, to be built by AES Gener along the coast of Constitución, would devastate the local community, according to Thiermann and the locals interviewed for the documentary. Coal-burning energy plants produce mercury and other toxic contaminants that permeate the air and infiltrate local fresh and ocean waters. These contaminants can cause a variety of illnesses, including asthma, lung cancer and mercury poisoning. The plant’s cooling system would also pump extremely salty heated water into sea, driving away the fish, which locals rely on for food and economic livelihood. Furthermore, it would make surfing off the shores of Constitución, which Thiermann describes as similar to the waves in Santa Cruz, hazardous.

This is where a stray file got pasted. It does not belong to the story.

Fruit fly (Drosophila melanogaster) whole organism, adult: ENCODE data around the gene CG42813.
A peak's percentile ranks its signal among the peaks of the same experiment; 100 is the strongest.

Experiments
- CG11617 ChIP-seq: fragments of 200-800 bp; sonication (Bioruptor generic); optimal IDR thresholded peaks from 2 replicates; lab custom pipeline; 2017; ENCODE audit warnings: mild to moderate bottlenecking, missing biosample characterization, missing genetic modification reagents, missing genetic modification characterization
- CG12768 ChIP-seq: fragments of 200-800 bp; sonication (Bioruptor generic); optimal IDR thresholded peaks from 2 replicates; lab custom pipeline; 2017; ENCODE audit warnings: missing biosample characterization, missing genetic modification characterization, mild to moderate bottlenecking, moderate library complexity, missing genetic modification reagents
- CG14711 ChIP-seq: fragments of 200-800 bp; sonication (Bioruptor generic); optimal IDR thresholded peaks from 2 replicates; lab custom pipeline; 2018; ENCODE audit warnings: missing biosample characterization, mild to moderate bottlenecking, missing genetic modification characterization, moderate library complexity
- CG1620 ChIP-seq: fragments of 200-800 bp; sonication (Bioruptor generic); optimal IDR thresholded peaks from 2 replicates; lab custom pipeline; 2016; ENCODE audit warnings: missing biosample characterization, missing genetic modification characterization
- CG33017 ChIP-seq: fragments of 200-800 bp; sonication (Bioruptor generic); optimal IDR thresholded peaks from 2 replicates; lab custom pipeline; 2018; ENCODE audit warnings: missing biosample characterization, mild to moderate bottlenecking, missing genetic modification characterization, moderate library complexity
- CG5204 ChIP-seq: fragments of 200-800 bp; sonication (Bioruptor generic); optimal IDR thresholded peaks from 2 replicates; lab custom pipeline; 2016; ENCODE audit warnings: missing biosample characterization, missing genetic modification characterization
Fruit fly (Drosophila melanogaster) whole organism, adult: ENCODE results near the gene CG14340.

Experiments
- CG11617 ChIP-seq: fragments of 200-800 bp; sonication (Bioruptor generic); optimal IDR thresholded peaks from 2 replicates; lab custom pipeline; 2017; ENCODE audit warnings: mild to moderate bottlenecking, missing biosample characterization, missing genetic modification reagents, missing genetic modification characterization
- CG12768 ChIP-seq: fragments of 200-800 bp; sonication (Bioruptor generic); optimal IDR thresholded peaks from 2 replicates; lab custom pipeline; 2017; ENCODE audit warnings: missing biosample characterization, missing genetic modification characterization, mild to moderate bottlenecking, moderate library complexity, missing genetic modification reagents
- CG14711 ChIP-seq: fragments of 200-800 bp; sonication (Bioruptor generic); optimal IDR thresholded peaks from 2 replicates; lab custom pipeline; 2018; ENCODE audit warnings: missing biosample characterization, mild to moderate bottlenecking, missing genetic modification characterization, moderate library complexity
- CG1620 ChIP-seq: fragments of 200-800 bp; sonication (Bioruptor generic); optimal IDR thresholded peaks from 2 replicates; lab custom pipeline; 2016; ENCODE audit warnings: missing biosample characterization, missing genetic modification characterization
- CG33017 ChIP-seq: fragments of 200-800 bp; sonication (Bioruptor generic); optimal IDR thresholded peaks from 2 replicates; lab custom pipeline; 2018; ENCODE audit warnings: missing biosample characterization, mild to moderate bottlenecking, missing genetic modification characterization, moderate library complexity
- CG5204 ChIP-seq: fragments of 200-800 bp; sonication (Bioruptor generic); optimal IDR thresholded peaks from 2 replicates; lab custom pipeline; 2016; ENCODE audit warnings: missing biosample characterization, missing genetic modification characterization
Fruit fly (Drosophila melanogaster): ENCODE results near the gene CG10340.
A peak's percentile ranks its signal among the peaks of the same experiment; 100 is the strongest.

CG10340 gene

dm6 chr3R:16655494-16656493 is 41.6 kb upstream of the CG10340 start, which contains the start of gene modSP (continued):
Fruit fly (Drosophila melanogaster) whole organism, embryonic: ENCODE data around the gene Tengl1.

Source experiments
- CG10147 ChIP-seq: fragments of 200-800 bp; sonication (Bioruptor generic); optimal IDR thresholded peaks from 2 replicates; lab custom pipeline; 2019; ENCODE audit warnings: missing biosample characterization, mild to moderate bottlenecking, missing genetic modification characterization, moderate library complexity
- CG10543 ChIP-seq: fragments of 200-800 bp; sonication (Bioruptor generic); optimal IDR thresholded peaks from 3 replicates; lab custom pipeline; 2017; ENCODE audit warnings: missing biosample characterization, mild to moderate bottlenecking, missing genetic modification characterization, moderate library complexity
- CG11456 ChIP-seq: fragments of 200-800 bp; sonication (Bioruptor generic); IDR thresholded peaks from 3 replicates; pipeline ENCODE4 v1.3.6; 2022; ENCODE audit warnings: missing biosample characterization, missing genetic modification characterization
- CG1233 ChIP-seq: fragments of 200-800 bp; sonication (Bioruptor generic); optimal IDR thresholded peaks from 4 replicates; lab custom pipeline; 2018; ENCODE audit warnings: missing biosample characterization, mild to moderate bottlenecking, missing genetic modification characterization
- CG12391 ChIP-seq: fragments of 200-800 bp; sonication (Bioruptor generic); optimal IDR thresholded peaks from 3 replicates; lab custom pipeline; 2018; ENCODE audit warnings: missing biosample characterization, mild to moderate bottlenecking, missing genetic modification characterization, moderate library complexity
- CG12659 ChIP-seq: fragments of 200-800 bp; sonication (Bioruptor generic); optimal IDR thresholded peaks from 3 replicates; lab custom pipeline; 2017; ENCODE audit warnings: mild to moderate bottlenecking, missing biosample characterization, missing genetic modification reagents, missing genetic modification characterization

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In Curanipe, Chile, a local unloads fish. He’s one out of more than two dozen other coastal workers and fishermen, not to mention locals, that would be impacted by a proposed coal plant in the area.


Distraught by the implications of the AES Gener project, Thiermann wondered what he could do about it. “Most 19-year-olds don’t think they have the power to change the world,” he says, “so they say, ‘Why bother?’” Thiermann doesn’t see things this way. “People think things are impossible because they just don’t believe. I think the most important thing is just to believe it is possible.”

His persistent optimism drove him to action. Harnessing his cumulative resources—eco-conscious sponsors, ties at Save the Waves Coalition, the encouragement of Gaia University and a grant from the Carter Foundation—Thiermann, with photographer Ryan Craig in tow, traveled to Chile to ride the waves and get the scoop on the coal-fired plant.

The Birth of an Activist